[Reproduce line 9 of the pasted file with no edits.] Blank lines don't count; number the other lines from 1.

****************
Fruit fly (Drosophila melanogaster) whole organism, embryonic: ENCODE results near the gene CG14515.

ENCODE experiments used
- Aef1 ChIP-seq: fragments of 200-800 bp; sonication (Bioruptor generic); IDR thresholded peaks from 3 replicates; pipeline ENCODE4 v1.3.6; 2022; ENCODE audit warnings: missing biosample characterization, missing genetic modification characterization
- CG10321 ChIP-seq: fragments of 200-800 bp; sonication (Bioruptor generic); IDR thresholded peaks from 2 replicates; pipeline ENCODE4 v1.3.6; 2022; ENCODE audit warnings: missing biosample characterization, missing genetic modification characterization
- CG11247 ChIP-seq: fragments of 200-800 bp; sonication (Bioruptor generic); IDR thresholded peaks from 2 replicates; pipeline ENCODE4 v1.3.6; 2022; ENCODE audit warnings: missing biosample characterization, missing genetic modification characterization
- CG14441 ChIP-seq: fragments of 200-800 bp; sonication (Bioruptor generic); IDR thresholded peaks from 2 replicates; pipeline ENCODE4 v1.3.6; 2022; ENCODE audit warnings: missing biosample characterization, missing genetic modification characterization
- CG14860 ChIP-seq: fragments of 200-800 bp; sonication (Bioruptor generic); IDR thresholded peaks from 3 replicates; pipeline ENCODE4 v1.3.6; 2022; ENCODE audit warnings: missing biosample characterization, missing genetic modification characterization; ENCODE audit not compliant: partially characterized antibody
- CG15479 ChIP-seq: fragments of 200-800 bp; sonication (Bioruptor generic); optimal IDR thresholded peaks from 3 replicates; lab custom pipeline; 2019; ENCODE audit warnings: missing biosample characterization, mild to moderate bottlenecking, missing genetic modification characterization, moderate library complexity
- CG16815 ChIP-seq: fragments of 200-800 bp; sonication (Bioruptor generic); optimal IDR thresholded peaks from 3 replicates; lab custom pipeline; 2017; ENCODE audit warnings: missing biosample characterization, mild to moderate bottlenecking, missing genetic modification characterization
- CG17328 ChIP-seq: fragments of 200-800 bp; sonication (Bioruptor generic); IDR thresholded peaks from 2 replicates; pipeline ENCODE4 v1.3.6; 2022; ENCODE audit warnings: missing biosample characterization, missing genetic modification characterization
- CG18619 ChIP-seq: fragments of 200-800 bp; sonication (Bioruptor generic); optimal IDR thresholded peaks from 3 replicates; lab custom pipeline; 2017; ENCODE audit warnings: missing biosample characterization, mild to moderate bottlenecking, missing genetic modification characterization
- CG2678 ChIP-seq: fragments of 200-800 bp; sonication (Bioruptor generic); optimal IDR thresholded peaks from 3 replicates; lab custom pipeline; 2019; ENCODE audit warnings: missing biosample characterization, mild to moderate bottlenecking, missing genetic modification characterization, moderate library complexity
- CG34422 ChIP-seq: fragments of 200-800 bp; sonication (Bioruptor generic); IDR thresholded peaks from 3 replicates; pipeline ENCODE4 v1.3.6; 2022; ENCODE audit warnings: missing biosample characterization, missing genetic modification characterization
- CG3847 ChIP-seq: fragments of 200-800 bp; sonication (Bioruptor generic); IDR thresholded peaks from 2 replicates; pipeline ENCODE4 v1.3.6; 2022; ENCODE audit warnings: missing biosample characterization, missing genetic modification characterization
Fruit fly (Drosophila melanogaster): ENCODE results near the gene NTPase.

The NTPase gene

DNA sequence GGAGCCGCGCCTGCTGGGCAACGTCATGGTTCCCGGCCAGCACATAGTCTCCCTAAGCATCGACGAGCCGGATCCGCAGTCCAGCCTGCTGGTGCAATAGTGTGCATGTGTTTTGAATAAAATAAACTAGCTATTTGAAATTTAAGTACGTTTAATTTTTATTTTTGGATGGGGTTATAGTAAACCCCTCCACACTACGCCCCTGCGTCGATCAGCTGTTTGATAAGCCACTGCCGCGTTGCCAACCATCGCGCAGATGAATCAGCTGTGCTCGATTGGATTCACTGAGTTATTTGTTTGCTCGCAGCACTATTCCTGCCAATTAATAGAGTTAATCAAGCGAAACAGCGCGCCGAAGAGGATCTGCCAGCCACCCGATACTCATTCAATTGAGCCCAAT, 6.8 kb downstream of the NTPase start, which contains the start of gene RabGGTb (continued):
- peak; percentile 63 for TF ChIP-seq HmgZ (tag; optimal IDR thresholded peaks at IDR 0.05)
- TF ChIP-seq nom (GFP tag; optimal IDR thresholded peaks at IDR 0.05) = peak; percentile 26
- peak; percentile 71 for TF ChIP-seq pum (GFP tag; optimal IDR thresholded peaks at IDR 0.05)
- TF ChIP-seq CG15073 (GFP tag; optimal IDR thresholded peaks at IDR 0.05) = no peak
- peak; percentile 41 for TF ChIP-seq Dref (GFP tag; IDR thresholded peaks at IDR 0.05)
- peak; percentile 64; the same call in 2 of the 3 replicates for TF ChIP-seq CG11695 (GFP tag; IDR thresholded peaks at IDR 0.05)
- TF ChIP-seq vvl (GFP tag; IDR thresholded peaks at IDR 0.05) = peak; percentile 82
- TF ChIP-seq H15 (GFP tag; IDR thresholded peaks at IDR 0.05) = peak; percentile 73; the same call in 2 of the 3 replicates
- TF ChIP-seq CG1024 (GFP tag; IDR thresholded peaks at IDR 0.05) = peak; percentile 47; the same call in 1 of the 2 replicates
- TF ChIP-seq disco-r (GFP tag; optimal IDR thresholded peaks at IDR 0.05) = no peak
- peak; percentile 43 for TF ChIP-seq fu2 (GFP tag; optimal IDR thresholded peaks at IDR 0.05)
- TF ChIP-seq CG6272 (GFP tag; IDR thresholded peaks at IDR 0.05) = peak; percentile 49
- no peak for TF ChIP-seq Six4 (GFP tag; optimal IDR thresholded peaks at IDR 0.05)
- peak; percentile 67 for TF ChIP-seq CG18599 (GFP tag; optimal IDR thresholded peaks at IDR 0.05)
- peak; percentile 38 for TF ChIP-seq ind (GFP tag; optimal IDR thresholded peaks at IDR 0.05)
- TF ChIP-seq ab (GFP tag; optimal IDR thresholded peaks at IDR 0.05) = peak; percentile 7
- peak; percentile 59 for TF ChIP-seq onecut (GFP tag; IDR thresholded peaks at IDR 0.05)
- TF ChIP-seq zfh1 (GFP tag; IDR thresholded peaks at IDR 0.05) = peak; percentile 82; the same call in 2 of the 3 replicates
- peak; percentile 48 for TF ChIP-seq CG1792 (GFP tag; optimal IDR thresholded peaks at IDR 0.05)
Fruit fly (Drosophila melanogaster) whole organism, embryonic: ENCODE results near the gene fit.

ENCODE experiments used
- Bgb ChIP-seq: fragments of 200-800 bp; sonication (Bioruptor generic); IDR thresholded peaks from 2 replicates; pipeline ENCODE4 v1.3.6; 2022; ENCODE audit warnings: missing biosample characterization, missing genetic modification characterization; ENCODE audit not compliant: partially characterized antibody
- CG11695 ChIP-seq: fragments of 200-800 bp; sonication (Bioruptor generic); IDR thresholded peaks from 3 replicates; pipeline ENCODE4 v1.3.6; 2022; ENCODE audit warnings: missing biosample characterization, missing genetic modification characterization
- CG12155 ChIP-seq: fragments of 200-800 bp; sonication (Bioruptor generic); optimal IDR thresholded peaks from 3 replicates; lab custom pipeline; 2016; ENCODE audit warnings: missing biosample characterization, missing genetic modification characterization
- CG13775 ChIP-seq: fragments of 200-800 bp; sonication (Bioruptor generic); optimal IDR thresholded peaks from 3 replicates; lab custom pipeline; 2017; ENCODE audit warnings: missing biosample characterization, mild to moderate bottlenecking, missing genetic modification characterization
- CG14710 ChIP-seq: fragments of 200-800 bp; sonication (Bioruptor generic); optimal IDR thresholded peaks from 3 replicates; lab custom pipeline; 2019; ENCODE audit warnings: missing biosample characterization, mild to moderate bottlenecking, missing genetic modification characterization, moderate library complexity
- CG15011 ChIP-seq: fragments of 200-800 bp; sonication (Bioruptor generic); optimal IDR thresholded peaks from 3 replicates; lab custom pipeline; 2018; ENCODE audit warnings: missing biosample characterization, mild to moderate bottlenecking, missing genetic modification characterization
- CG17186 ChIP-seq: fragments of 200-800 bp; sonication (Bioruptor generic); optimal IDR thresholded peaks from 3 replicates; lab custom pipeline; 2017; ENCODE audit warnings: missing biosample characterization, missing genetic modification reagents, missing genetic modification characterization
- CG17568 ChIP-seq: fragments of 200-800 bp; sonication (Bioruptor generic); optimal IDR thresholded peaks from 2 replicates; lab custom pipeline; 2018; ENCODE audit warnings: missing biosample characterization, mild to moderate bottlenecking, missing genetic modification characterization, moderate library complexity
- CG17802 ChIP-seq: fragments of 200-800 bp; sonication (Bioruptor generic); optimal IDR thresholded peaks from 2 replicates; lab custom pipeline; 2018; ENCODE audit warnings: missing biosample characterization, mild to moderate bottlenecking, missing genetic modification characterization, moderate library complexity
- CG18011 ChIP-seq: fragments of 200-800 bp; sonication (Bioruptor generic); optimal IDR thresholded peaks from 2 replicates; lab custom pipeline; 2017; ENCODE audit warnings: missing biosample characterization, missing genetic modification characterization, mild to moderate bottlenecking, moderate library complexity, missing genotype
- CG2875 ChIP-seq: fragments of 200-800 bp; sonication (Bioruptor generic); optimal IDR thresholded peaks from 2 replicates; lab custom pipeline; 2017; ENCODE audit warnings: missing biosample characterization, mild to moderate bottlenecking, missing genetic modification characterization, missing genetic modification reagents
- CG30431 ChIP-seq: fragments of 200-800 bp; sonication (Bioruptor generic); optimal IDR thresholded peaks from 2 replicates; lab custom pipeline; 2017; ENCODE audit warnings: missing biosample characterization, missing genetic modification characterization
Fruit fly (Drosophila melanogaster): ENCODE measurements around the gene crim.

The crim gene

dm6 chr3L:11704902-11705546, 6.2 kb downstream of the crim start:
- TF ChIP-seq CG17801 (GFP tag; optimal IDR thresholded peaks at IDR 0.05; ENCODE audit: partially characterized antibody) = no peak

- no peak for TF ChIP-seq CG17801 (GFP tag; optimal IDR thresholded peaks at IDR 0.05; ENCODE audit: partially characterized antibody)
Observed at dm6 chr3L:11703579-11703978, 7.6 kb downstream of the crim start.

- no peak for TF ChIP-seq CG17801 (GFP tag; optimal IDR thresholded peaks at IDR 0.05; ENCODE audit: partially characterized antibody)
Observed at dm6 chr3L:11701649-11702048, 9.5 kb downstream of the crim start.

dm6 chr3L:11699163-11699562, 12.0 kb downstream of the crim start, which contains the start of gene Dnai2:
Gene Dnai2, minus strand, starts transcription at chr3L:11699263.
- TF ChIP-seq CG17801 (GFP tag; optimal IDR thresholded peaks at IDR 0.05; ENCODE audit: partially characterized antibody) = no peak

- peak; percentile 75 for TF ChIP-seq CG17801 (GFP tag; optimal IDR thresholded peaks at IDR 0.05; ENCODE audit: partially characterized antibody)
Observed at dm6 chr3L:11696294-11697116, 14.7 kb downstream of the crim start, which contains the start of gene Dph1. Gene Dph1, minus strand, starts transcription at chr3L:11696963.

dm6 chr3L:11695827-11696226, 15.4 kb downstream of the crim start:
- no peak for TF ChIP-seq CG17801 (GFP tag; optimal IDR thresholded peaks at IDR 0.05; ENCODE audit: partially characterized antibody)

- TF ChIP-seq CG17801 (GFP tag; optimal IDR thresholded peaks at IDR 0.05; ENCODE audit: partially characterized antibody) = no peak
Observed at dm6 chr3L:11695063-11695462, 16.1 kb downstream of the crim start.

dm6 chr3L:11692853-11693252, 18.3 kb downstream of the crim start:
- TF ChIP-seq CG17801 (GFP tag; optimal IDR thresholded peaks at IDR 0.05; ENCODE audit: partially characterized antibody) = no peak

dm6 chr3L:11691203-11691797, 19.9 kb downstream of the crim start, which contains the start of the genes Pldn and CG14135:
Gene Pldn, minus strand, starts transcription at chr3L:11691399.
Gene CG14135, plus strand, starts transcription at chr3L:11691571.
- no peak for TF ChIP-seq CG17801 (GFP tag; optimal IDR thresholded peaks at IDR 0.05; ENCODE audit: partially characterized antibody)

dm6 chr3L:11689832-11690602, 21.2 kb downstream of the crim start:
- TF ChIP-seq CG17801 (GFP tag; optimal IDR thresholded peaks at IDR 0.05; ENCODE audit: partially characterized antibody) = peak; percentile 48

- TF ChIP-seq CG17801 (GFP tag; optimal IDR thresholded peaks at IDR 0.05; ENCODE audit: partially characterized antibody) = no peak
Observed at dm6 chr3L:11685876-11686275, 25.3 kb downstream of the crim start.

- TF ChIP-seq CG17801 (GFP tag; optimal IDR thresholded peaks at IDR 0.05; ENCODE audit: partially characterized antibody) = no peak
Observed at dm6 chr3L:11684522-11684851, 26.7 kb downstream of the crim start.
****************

- CG16815 ChIP-seq: fragments of 200-800 bp; sonication (Bioruptor generic); optimal IDR thresholded peaks from 3 replicates; lab custom pipeline; 2017; ENCODE audit warnings: missing biosample characterization, mild to moderate bottlenecking, missing genetic modification characterization